Shopping for health insurance (part 2)

Yesterday I started the story of how the Fox family had to shop for health insurance in the open market.  Mostly, I talked about how we had always had employee-sponsored health insurance; we were shocked by how much Obamacare cost, but it turns out we were always paying that much, and we just didn’t know it (which is part of the problem).

Today we’ll talk about how health insurance has gotten so screwed up.  Thursday we’ll finish up with how the Fox family is going to beat the system and save enough to completely fund our retirement (at about $5 million) along the way.

 

The definition of “insurance”

Part of the problem is the word “insurance” has been bastardized.  Anywhere you go except for healthcare, the concept of insurance means you pay a small amount of money and if an unpredictable catastrophe occurs, those expenses are covered.  Think auto insurance or homeowner’s insurance.

For a lot of political reasons, “insurance” has taken on a very different meaning when applied to healthcare.  Health insurance isn’t meant to cover only unforeseen expenses and very large expenses.  It has come to mean to many people “paying for all medical expenses”, including those that are optional (Viagra, psychological counseling, baby head helmets) and very predictable (birth control, contact lenses, dialysis).

Always remember that Las Vegas wasn’t built on winners and neither are insurance companies.  Insurance companies have to make money or they go out of business.  To cover all those expenses, they need to raise premiums or increase the patient’s share of the expenses through deductibles or out-of-pockets.

That’s coming out of your pocket.  So when your insurance plan offers chiropractic visits or smoking cessation or a million other things that you’re pretty confident that you won’t ever use, you’re still paying for that.

The point is that “health insurance” has become more of a “healthcare buffet”.  For a monthly cost you get (or at least can get) a bunch of stuff, some of which you’ll use and much of it you won’t.  This has predictably lead to health insurance costs spiraling out of control (Obamacare costs rose about 10% in 2017).  More on this in a minute.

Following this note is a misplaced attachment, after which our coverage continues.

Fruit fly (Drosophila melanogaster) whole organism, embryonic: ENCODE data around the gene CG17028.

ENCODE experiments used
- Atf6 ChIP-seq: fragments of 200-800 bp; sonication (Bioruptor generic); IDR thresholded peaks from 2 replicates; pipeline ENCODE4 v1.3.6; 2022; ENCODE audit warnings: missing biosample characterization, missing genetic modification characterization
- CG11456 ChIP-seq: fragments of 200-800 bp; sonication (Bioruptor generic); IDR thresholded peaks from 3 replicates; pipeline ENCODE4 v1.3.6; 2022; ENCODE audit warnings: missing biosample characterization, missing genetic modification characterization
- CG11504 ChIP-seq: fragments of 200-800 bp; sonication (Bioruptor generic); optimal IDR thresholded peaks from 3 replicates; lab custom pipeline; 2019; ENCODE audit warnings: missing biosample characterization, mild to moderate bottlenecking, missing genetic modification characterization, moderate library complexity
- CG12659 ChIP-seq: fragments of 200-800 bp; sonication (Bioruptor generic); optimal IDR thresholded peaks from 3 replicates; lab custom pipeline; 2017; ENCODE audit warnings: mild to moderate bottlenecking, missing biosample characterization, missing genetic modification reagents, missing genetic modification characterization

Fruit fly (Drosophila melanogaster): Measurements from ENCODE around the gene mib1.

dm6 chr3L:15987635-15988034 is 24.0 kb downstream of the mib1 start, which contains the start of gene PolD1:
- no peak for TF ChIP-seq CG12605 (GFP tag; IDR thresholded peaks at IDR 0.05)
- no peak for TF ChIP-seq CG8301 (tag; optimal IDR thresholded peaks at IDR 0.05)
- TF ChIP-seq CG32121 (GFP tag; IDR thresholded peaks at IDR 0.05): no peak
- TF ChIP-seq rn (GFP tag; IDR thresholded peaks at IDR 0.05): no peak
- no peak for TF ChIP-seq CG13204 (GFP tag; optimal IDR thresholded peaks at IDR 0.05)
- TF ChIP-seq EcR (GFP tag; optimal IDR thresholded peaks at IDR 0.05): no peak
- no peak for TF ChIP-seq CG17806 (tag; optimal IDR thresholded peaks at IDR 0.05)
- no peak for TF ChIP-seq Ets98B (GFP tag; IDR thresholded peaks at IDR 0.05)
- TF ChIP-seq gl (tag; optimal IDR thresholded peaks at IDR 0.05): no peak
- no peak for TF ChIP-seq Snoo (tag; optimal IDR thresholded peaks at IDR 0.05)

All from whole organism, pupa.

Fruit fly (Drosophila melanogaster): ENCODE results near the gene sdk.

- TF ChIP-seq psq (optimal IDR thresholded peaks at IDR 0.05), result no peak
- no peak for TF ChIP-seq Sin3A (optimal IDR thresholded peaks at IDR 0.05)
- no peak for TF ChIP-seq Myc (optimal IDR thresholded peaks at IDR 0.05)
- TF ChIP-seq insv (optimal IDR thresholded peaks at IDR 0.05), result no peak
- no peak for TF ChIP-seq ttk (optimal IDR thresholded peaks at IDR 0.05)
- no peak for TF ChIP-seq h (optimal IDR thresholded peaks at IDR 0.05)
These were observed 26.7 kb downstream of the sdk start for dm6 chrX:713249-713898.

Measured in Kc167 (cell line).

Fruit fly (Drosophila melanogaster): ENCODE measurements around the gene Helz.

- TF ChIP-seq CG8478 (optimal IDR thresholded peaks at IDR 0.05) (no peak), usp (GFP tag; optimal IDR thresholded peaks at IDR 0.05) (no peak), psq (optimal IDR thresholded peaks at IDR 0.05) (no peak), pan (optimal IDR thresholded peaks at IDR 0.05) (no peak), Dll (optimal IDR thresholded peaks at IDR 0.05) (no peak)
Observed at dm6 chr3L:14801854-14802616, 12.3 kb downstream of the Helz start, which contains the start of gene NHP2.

What health insurance really provides

When you buy health insurance, what are you actually getting?  This seems like an easy question, but it actually breaks down into three major components (two of which you probably know right away, but one that’s a bit more subtle):

  1. Payment of medical expenses: This seems obvious.  When you have health insurance, you can go to the doctor and your health insurance pays some or all of those costs.  This isn’t that big of a deal because for those predictable healthcare expenditures, you’re really paying these costs anyway through your premiums.
  2. Protection from major expenditures: In the more traditional sense of insurance, if you have some catastrophic medical event (in a major car accident, get diagnosed with cancer, etc.) your health insurance will cover the enormous expenses that would otherwise bankrupt most people.
  3. Negotiated rates: This is the subtle one.  In addition to #1 and #2, when you have health insurance, you get access to the rates they negotiate with healthcare providers.

So when you “buy” health insurance, either one on your own like the Fox family is getting ready to do, or as part of your employee benefit package (and make no mistake, you’re paying for all of that), you are getting those three things.

 

Negotiated rates are a big deal

#3 is such a big deal that it deserves its own section.

When you go to a hospital, there is a list price that someone off the street without insurance would be charged.  Then there is the negotiated rate that insurance companies work out with the hospital which is much, much lower.

Negotiated rates are a closely guarded secret, so it’s hard to figure out exactly how large the negotiated rate discount is, but if you know where to look, you can find it.  It tends to be about 1.5 to 3x.  For every $3 a person without insurance in charged for something, an insurance company will negotiate that rate down to $1.  That’s a HUGE benefit!!!

This is one of those things that really pisses me off.  When I am elected to Congress, I am going to work hard to remedy this.

The argument goes that insurance companies use their volume to negotiate better prices, but do they really?  How many of those patients go to St Mary’s Hospital instead of Sinai Medical Center because of their insurance?  My experience is that most insurers allow patients to go most places.